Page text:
"A restaurant owner in Charlottesville, Va., says Hannah Graham, the missing 18-year-old University of Virginia student, was incapacitated when she walked away with Jesse Matthew, a suspect charged with her abduction." - Doug Stanglin, USA Today, September 26, 2014. Here is that article.
Hannah Graham's name joins the growing list of female college students in which booze allegedly played a negative or even fatal role in their lives. The reality seems to be that, for most young females, a lot of booze and the ability to protect themselves against harm don't co-exist.
There was a less liberal time in the lives of female college students when the "system" assumed responsibility for our safety. There were the Deans of Women and housemothers who supervised social events involving booze and checked us out when we returned from having a good time.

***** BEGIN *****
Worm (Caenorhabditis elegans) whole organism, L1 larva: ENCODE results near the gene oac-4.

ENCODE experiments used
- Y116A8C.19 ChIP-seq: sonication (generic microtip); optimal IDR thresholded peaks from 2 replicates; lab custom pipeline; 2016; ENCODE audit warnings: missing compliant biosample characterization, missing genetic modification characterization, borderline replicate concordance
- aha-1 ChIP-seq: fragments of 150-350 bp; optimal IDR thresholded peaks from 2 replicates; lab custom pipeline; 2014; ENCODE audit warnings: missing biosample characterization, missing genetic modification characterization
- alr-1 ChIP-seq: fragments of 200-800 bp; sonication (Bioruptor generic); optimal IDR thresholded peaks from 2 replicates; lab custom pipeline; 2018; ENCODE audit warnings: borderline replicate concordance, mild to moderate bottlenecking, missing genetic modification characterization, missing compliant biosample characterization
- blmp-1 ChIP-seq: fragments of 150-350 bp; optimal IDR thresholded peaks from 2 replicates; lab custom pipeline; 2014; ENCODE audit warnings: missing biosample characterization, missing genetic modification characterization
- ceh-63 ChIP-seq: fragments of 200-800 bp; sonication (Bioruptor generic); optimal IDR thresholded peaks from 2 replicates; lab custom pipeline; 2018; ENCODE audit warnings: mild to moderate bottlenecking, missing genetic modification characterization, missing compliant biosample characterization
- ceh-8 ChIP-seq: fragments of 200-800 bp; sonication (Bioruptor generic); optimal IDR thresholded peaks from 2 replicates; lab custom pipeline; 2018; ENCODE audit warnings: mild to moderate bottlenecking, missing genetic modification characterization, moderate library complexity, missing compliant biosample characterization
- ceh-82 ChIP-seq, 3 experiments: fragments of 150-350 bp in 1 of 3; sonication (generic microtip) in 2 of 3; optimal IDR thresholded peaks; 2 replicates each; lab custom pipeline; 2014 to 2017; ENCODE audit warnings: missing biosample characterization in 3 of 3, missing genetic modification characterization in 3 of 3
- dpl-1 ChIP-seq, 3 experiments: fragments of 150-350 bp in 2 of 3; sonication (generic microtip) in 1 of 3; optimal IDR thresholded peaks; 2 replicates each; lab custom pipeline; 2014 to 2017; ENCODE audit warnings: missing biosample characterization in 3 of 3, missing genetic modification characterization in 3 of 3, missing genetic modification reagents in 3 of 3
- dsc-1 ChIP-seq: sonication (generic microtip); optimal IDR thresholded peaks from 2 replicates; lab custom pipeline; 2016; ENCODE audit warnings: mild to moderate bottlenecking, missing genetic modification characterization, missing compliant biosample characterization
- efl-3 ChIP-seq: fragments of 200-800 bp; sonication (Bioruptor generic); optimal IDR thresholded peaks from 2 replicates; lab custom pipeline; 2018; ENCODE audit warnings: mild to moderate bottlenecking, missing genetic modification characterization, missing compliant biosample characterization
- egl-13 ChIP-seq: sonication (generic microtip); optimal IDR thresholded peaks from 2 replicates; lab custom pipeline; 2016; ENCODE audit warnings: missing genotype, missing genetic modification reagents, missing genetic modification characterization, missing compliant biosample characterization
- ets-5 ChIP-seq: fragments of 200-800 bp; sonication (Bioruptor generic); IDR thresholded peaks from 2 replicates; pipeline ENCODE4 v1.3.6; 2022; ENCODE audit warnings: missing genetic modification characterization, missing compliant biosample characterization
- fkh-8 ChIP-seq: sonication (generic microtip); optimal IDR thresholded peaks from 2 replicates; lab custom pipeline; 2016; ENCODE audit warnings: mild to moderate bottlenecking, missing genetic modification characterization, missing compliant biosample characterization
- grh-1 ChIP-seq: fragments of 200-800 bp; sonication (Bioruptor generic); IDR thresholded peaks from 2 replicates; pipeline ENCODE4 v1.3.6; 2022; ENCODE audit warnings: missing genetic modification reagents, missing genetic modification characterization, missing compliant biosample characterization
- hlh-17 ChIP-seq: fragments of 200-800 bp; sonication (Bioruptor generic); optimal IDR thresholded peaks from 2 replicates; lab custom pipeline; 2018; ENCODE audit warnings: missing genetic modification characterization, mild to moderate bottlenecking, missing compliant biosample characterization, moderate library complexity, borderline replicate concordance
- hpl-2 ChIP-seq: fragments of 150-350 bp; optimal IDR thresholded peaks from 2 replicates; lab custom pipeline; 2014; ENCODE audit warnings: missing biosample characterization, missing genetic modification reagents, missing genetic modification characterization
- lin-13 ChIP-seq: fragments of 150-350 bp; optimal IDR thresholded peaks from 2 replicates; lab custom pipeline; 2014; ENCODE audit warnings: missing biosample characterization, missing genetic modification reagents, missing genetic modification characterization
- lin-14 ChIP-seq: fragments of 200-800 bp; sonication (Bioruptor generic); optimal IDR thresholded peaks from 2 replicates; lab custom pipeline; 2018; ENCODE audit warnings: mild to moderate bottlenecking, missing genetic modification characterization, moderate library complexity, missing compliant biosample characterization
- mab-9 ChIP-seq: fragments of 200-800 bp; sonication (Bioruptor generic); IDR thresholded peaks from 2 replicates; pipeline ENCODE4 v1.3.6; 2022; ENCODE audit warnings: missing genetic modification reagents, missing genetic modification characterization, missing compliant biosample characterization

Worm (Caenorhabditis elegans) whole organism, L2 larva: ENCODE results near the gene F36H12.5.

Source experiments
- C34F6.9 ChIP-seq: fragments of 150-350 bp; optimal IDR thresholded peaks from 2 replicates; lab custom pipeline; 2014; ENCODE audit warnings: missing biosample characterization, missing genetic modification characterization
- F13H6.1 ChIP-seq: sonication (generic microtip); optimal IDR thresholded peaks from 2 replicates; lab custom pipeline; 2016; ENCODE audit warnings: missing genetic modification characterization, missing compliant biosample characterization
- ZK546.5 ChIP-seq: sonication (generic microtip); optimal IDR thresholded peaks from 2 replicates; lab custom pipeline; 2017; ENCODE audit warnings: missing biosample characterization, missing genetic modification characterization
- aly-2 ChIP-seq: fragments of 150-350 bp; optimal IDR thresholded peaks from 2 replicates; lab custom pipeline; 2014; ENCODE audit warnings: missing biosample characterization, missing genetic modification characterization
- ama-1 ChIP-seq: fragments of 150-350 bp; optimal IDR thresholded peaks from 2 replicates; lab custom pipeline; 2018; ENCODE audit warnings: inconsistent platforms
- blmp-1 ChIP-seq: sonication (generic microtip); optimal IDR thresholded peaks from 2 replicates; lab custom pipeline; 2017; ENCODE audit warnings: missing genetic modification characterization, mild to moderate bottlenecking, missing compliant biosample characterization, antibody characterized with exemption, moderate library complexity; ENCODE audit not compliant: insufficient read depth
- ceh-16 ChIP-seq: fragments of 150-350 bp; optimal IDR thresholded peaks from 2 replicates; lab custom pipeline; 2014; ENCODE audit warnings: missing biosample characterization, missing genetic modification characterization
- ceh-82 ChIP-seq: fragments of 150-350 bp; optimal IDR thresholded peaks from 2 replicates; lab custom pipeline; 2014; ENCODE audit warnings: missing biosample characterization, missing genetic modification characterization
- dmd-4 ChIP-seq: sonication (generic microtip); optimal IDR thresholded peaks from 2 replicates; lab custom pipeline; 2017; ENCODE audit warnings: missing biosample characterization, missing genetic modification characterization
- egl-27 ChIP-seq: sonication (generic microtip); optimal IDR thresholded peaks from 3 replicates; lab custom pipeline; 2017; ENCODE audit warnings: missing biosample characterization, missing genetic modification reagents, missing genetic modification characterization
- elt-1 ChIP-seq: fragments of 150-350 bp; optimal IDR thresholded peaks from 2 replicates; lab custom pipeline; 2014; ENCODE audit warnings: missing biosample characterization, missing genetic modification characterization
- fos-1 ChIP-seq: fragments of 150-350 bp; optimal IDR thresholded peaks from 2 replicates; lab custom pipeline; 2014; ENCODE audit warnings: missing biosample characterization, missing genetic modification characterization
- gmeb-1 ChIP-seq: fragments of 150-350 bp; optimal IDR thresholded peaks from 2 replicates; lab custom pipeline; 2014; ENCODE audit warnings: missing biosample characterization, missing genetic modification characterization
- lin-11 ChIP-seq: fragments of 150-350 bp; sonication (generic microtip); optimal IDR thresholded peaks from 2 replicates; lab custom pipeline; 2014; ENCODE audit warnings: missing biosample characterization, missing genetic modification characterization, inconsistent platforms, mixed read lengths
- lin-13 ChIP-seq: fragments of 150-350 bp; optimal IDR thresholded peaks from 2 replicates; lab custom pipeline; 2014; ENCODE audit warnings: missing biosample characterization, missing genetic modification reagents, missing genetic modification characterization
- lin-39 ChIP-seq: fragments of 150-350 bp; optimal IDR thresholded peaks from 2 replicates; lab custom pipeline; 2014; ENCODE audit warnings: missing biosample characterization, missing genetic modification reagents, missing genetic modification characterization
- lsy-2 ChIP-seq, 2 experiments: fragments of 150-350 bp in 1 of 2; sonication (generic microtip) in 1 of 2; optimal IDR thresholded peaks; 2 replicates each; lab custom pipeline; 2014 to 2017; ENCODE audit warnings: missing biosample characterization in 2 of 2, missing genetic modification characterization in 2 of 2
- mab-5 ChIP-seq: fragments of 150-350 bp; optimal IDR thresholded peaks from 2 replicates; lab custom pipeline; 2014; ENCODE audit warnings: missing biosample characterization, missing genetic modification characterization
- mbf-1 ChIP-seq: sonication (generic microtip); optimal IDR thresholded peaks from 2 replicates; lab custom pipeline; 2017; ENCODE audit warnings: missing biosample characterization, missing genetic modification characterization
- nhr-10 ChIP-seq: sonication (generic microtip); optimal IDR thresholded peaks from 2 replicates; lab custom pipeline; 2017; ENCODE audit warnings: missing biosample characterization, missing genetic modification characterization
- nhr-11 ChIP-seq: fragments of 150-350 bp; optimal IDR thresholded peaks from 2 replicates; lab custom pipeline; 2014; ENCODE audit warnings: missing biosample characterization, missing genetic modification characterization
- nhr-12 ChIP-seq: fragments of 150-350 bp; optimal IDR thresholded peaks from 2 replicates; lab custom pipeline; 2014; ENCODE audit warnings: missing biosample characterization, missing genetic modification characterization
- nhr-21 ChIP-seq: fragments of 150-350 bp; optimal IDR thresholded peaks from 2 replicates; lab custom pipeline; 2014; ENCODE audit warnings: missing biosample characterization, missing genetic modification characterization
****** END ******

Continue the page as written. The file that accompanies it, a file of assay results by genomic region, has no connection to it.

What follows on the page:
Those assessed by the powers that be to have had too good a time when hauled into a student court. At Seton Hill, Greensburg, Pennsylvania, during the early 1960s, that court suspended several of my female classmates. At that time that sure served as a deterrent. In those days a female just didn't get kicked out of college.
That might have saved our lives. We were trusting and out to have a good time. One night the Dean of Woman stopped me from returning to the bar after I had swung by the dorm again to get more money. Without that intervention I could have gone missing like Graham allegedly had.
Do institutions of higher learning have to frame intoxication, by both females and males, as the kind of offense which can lead to suspension - or worse? In society in general, after all, anyone can be arrested for public intoxication.